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'Striking effects' in wheat trials to be showcased at agronomy open day

PUBLISHED: 12:10 12 June 2018 | UPDATED: 12:10 12 June 2018

Wheat trials at Agrovista'’s regional trial site at the Coldham Estate, near Wisbech Fen. Picture: Agrovista.

Wheat trials at Agrovista''s regional trial site at the Coldham Estate, near Wisbech Fen. Picture: Agrovista.

Agrovista

Some "striking effects" of cultivation trials on the performance of different wheat varieties will be among the insights shared during an open day at an agronomy firm's East Anglian trials site.

Mark Hemmant of AgrovistaMark Hemmant of Agrovista

Agrovista’s regional trial site at the Coldham Estate, near Wisbech Fen in Cambridgeshire, is also examining new fungicides, wheat variety trials, late-sown wheat trials and the importance of cultural controls to combat black-grass.

Norfolk-based Agrovista technical manager Mark Hemmant said there are already some interesting comparisons to be seen, and is expecting these to become more visual when the site opens its doors to East Anglian growers on July 3.

“There will be lots for growers to see and talk about,” he said. “I’m really exciting by some of the work that’s going on at Coldham, and one of the most interesting and important projects is the wheat variety/cultivation interaction trial.

“Given the amount of low- and no-till that is now carried out across the country, which is likely to increase if government proposals to encourage it are carried out, we thought it was time to see if there is a difference in the way varieties perform under different cultivation systems.”

Four wheat varieties were sown in large blocks – one fast- and one slow-developing variety and the two-highest yielding varieties on the Recommended List. These were established using either a low-till system, which consisted of a shallow levelling pass before drilling, or a system that involved several passes to create a suitable seed-bed. In both cases an identical Weaving drill was used to sow the crop.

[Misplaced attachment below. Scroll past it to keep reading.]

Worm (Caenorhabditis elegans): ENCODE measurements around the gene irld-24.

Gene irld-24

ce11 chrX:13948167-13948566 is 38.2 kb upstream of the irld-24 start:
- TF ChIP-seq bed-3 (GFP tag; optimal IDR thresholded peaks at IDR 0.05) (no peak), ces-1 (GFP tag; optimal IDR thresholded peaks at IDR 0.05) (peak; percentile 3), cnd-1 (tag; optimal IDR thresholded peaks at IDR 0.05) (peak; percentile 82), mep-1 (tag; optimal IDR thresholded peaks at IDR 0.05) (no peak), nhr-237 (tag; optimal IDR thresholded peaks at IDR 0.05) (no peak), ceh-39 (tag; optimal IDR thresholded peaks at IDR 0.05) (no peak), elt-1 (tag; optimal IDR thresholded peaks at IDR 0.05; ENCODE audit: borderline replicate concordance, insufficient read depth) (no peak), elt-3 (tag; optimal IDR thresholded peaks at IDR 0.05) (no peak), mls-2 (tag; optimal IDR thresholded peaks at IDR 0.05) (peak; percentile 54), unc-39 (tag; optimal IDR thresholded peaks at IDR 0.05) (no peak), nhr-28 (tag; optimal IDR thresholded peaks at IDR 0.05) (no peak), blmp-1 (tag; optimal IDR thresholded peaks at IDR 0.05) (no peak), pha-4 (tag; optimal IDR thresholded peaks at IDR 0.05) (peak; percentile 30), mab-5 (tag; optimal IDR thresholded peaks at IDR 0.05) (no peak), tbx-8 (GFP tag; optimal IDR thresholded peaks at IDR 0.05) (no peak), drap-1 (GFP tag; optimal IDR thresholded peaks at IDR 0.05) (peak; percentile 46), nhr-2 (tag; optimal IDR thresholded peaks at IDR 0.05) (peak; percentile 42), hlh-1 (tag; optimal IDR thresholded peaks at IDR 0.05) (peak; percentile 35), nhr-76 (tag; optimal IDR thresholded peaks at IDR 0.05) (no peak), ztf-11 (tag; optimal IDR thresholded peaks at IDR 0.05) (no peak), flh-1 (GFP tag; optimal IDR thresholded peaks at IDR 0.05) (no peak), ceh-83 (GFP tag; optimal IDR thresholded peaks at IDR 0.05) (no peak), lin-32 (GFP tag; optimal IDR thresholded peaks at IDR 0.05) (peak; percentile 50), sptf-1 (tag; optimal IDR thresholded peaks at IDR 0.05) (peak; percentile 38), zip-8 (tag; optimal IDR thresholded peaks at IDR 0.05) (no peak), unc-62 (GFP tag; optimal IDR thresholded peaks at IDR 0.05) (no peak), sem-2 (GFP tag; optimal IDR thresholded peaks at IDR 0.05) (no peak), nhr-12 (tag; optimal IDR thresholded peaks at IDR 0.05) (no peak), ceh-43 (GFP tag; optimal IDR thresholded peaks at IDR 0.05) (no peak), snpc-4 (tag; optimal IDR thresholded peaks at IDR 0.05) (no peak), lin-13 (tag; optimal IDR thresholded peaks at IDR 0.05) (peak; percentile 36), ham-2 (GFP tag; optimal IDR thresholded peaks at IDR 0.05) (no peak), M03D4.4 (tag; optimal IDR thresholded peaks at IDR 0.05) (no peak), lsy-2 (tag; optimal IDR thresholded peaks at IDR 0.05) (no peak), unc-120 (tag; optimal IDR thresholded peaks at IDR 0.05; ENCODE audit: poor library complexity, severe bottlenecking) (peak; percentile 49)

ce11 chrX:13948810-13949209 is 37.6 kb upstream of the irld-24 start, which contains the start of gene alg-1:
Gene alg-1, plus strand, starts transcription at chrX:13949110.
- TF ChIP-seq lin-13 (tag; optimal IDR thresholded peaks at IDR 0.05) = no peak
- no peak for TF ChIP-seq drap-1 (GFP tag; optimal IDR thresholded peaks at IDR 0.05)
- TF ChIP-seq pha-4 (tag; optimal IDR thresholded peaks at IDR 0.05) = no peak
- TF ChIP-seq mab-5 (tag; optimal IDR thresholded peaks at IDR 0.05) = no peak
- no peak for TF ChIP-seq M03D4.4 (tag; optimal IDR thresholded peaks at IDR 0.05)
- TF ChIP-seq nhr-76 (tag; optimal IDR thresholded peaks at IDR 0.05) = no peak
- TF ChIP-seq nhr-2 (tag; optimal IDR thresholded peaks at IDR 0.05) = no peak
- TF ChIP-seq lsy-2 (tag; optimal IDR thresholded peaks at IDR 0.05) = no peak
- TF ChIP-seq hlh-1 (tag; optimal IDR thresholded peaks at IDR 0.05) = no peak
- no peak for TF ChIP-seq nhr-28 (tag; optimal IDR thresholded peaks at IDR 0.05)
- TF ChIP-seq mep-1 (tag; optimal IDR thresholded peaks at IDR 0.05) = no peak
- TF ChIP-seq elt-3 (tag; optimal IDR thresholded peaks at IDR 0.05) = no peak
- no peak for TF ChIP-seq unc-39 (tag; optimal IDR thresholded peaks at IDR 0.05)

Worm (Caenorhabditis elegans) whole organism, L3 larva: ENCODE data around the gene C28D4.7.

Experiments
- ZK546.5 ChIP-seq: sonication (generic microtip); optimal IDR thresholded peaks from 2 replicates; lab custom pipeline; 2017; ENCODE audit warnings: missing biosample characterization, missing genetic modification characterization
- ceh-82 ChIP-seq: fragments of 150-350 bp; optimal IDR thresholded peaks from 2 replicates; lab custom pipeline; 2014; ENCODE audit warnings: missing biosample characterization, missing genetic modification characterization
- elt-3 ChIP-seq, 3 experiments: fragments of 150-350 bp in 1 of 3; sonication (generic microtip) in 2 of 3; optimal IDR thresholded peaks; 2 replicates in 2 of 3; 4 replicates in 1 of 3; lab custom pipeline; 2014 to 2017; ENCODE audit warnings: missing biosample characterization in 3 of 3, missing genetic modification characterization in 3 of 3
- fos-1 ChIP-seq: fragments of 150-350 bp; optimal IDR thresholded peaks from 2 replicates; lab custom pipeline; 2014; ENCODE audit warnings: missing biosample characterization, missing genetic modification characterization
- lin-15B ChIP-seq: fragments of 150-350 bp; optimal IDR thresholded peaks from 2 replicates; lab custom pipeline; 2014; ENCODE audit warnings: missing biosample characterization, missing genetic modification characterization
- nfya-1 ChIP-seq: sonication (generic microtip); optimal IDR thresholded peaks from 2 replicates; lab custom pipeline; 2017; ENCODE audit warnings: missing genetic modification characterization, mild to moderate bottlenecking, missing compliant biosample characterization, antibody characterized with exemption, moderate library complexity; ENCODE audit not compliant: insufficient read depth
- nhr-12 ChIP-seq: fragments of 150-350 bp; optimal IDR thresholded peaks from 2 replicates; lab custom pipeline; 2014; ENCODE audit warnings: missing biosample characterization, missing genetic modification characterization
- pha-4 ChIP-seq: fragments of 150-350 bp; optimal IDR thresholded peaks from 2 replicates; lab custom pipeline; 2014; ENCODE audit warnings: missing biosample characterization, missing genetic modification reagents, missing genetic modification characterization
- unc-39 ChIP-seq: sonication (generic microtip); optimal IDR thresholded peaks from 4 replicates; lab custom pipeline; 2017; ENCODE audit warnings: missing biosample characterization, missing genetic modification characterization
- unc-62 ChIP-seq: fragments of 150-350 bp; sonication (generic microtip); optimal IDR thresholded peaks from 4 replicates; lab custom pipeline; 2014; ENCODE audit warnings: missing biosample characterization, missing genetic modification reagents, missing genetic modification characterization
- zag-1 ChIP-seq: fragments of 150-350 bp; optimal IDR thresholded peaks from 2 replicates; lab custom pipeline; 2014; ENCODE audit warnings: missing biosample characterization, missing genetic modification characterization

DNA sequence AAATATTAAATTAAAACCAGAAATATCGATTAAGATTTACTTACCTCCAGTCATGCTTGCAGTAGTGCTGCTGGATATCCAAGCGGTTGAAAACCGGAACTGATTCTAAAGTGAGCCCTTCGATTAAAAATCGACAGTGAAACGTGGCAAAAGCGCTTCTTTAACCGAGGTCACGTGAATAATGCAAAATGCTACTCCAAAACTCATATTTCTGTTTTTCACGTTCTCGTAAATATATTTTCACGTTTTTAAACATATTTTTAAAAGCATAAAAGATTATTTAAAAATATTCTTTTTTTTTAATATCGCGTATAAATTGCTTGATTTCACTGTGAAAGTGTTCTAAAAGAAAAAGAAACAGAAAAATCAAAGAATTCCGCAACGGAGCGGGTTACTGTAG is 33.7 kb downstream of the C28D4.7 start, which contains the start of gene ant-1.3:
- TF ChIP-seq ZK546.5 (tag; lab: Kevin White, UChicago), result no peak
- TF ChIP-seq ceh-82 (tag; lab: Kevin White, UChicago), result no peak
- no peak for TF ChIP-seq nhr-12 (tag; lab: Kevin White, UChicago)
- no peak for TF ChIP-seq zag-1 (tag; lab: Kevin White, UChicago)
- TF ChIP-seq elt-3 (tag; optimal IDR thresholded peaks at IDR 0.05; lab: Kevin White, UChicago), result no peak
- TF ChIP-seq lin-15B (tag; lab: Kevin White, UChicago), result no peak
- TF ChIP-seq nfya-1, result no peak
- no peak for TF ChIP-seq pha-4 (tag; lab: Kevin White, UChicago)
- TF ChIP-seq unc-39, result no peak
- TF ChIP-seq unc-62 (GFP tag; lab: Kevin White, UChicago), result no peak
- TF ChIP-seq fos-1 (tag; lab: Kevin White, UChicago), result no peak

“We saw differences in uniformity of emergence, with some varieties more affected by low-till than others,” said Mr Hemmant. “In terms of spring growth, some performed better than others, and one variety looked completely different under the two regimes.”

As well as these marked physiological differences, significantly different levels of disease are now showing between the cultivation systems, particularly in the untreated blocks, he said.

“We also have a low-input and a high-input fungicide programme overlaid on these trials, and already it seems apparent that varieties established under different cultivation regimes will not necessarily require the same fungicide treatments,” said Mr Hemmant.

“Of course, the acid test will be yield and cost of production. But I’m sure this work will spark some quite fascinating discussions among visitors.”

The site is also testing new fungicide chemistry which is due to be introduced into the market in the next couple of years.

“A range of chemistry is under threat from legislation, so we are comparing some new coded products against our current standard programme, with a particular focus on Septoria tritici,” said Mr Hemmant.

“We can clearly pick out differences between T1 treatments already and, by the open day, we should be able to draw some really good comparisons from T2 applications as well.

“We are seeing quite high Septoria pressure at the site, and the soil is moisture retentive here so crops will keep going well into July.

“We are going to see some really visual effects from these new treatments, which so far appear to offer a real step-change in control.”

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